In Ballim v. Bausch & Lomb Canada Inc., the Ontario Superior Court of Justice determined that Samina Ballim was wrongfully dismissed by her employer, Bausch and Lomb Canada Inc., on the basis that she was terminated before the expiration of the term of her fixed-term contract of employment.
Ms. Ballim discussed the possibility of employment as a Sales & Trade Marketing Coordinator with Bausch and Lomb Canada Inc. to replace an employee who was going on maternity leave. She was ultimately selected for the job and received an offer by email. In the email containing the offer, the employer stated “It is a one year contract. You will receive benefits.”
Just over a month after commencing her employment, the employee requested a month-long compassionate care leave. The employer granted the leave, but terminated her employment without cause upon her return to work. At the time of her termination, the employee had three months’ service and the employer paid one weeks’ notice under the Employment Standards Act, 2000 (ESA) in addition to two weeks’ pay on a gratuitous basis.
By way of summary judgment, the Court had to determine whether the employee was employed on a fixed-term or indefinite basis. In holding that she was a one-year fixed-term employee, the Court reasoned:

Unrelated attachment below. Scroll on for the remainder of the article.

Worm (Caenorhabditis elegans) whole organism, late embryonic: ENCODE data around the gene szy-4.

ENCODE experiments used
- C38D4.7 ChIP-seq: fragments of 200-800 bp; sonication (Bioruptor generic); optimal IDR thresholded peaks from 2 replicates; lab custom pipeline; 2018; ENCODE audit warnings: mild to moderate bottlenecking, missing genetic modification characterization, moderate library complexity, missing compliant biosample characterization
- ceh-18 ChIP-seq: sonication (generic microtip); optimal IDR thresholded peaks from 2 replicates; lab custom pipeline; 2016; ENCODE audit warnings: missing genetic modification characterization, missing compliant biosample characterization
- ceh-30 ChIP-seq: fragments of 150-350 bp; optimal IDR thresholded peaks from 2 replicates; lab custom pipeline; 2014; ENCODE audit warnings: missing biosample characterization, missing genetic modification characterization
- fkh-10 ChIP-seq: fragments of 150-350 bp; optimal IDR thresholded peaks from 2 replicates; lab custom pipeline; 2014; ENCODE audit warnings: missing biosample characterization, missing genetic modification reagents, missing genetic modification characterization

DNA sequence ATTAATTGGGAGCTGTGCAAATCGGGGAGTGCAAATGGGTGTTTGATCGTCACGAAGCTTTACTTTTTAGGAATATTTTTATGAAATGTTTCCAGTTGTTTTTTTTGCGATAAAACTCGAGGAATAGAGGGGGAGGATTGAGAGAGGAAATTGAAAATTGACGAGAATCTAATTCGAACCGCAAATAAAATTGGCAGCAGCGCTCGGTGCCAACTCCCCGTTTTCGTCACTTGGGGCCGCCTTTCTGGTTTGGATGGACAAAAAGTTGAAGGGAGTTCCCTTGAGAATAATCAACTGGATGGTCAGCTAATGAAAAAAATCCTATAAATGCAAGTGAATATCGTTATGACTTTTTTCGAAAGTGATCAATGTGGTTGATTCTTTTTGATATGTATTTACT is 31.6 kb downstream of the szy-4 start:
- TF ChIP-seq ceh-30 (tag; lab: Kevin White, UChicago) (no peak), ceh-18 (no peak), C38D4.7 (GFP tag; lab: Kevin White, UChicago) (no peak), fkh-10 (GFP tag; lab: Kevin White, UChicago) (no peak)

- the email to which the offer was attached constituted part of the employment contract as it was a representation by the person with the authority to make the offer to induce Ms. Ballim to accept the position;
- the email stated that it was a one-year contract;
- the offer indicated that the employment is on a “contract basis”, and that the employee’s bi-weekly remuneration will be in 26 installments;
- there was no mention in the employment agreement and covering email of maternity leave or that the contract could be terminated earlier with or without notice; and
- there was no “entire agreement” clause in the employment agreement.
The Court held that such a fixed-term contract obligated the employer to pay the employee until the end of the term and that this obligation was not subject to mitigation of damages. The employer was ordered to pay the employee 38.5 weeks’ pay and benefits representing the balance of the one year contract. The employee was also awarded her costs.
Fixed-term employment contracts can be a solution to fill short-term positions however; they must be carefully drafted in the event that the Employer wishes to terminate the contract prior to the end of its term. The inclusion of a clear termination clause in the contract would have led to a different conclusion in this case.